After the expert crimping, the dumplings went into a bamboo steamer in a wok of boiling water . And here’s a GSRED first – a recipe! Try this at home, kids.

Chinese Dumplings
(from Chef Richard of Yangshuo Dragon Chef Cooking School)

Ingredients for filling:

  • 100 grams green onion
  • 200 grams pork (or beef or mutton)
  • 150 grams wooden mushrooms (errr… I dunno)
  • 3 tsp soy sauce
  • 3 tsp starch flour (we used baking soda – it’s to tenderize the meat)
  • 1-ish tsp salt
  • a pinch of powdered chicken stock
  1. Cut the onions and mushrooms very small and marinade with salt, soy sauce and chicken stock, mixing for 2 minutes
  2. Chop the meat into small pieces and beat until very small. Marinade with salt, soy sauce, chicken stock and starch flour for two minutes
  3. Combine the vegetables and meat together
  4. Make the parcels: take a sheet of dough in your hand, place the mixed vegetables and meat in the centre and fold over to make a parcel
  5. Put parcels on top of a clean cloth in a bamboo steamer. Make sure they don't touch each other or they'll stick together. Putting them on a cloth stops them from sticking to the steamer.
  6. Steam for 10 minutes.
  7. For fried dumplings, steam for 6 minutes and then fry gently on low heat, turning until parcels are crispy and golden on all sides.

While the dumplings were cooking we whipped up a quick plate of fried noodles and then sat down to eat the first course. It was really good.

Me and my noodles

After having our appetizers we moved to the main courses – kung pao chicken and beer fish. They were also both pretty easy – mostly a question of having everything chopped and ready to go. Also a question of knowing when to turn up the heat and when to turn it down and when, finally to turn it off and break out the chopsticks. I’d already sampled beer fish along with my weird food, but I happen to think that the version we made in cooking class was better than what we had in the restaurant. We let the beer cook down a bit more than they must have in the restaurant because ours was less soupy and more savoury.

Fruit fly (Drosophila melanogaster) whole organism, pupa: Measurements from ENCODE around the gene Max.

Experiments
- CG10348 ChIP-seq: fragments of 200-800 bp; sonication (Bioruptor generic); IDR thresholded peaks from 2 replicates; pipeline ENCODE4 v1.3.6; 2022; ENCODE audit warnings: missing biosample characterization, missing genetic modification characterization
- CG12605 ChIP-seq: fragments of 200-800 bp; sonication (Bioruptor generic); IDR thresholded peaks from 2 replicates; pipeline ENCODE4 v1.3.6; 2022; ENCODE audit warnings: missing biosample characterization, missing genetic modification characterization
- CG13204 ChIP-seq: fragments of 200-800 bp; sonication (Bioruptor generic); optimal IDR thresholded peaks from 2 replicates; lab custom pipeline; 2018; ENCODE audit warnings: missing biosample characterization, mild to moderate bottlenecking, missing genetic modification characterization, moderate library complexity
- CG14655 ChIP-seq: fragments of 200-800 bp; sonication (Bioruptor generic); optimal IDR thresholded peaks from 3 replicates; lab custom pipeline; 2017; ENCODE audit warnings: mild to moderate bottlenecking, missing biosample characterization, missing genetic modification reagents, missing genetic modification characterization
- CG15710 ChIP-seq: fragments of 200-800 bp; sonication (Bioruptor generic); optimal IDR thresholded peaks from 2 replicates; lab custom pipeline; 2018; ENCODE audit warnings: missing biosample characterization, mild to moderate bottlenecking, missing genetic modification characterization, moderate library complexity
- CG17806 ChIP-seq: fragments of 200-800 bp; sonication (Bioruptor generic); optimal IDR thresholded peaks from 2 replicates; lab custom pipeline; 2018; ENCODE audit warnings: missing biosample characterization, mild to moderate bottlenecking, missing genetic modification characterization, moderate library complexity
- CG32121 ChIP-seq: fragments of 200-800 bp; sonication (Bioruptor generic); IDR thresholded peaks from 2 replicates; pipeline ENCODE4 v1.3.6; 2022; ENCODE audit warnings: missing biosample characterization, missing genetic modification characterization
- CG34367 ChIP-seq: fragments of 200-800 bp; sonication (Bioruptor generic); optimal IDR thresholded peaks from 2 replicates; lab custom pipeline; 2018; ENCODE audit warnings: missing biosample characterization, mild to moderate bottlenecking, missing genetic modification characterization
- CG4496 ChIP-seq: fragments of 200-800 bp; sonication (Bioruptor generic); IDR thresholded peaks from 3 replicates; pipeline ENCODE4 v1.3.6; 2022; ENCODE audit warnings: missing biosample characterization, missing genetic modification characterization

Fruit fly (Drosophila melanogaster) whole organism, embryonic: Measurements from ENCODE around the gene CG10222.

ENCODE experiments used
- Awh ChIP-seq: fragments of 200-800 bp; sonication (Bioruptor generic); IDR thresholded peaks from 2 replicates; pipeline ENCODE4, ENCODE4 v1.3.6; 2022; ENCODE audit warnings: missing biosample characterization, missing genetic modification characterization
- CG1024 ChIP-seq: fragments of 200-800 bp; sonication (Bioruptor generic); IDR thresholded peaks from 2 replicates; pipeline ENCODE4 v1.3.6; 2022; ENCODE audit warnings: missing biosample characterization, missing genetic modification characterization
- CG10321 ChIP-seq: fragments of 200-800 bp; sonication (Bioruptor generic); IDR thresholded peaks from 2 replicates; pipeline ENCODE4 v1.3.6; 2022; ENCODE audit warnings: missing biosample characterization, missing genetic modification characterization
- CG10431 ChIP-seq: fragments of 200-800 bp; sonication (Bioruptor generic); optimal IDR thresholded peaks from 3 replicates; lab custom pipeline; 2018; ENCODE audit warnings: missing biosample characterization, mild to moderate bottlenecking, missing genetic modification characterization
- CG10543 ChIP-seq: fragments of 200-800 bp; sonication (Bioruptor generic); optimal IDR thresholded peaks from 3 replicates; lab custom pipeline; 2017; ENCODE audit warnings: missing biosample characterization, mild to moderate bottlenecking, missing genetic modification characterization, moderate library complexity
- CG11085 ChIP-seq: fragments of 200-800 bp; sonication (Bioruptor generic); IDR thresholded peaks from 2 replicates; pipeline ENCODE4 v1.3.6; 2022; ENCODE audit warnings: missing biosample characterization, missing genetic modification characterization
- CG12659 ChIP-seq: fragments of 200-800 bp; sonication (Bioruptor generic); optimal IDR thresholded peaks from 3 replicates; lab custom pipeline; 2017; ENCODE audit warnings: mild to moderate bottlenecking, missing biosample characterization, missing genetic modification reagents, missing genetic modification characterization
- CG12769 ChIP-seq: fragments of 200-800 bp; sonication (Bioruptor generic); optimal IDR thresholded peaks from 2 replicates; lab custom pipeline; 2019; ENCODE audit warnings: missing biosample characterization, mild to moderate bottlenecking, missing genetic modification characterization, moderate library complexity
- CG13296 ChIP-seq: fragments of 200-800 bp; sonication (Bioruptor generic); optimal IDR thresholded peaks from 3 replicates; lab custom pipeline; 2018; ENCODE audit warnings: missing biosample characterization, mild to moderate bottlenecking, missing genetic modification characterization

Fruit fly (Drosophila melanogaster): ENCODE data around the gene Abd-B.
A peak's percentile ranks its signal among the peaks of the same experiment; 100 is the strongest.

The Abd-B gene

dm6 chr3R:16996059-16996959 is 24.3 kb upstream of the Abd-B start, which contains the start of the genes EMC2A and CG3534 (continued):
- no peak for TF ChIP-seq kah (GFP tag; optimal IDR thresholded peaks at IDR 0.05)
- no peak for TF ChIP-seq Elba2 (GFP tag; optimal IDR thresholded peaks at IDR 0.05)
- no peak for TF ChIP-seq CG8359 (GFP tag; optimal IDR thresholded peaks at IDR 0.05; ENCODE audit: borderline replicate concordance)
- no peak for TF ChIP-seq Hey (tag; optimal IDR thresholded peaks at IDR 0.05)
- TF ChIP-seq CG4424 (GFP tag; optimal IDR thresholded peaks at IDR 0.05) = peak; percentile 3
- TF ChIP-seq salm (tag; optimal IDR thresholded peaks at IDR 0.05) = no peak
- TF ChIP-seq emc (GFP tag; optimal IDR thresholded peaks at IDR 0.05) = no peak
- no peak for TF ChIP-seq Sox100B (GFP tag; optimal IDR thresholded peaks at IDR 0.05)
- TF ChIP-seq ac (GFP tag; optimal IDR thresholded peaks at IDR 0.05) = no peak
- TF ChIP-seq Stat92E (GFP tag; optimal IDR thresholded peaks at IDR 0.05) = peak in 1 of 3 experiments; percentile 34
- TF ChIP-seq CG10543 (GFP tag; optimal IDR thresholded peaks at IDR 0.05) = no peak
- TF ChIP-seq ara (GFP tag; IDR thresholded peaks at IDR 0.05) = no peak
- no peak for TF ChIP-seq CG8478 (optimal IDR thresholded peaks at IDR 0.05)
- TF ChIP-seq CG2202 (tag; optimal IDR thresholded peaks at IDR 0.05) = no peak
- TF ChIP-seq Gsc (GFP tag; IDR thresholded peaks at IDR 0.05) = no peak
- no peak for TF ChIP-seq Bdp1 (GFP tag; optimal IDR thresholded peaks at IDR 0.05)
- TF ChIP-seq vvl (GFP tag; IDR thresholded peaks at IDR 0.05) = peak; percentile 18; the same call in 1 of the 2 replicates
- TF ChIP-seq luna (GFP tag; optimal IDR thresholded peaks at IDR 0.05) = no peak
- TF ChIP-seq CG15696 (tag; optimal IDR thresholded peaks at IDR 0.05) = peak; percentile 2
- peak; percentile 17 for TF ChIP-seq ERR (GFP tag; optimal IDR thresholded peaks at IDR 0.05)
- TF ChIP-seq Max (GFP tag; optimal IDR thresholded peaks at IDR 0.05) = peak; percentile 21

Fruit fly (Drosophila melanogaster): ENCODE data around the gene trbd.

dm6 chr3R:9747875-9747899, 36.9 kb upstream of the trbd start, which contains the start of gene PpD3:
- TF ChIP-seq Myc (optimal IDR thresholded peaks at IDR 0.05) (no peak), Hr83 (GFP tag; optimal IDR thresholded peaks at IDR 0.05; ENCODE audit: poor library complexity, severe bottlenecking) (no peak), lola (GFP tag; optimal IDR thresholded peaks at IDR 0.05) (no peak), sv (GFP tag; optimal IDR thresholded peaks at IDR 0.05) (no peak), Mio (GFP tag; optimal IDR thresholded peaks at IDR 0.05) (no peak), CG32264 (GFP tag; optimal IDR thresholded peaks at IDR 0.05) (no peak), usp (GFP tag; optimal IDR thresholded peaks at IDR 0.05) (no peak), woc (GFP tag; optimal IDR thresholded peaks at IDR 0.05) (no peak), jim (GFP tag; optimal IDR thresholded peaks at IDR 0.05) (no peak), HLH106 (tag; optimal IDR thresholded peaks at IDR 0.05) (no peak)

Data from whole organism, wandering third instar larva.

Perhaps because it was an auspicious day, we even got a visit from Chef Richard’s family. His wife came by with their son, and a friend, and her little girl. So we got to meet a lot of new people and see a little bit of real life. And, of course we took pictures.

Chef Richard, and Mini Chef, who was very popular with Simone

Cooking class ended around 1:00pm, and I slowly made my way back to the centre of town. I had the whole afternoon free because we weren’t to meet for our last overnight train trip until 6:00 pm. I had a bit of a rest in the hotel and then went back to the little used bookstore where I met once again met up, fortuitously, with Randy. I guess it’s a small enough town that it’s easy to run into people you know.

The clock wound down on our time in Yangshuo much too soon. It was a pleasant, relaxing place to visit and I could easily have spent another day or two there, doing Tia Chi in the morning, trying out calligraphy and painting and ma johng, and hanging out in the bookstore. But Hong Kong was calling loudly so we met up that evening for an annoying bus ride into Guilin, and then boarded our last overnight train of the trip. It was a thirteen hour journey to Shenzhen, the point where you cross the border out of mainland China and into the Hong Kong Special Administrative Region. Arriving in Hong Kong was fantastic – I felt like I was coming up for air for the first time in ages.

And now I’m happily ensconced in Hong Kong and it’s just as fantastic as it felt when we first arrived at the border. We had our last group dinner on the 26th, and now I’m on my own again for the first time since I arrived in Africa in December. I don’t regret my choice to do all those organized tours, but the few days I’ve had on my own here in Hong Kong have really put the spring back in my step. I’ve got a few more random things to say about China, but for now just know that I’m happy and relaxed and more enthusiastic about tackling the last chapter of this crazy adventure than I’ve been in a while.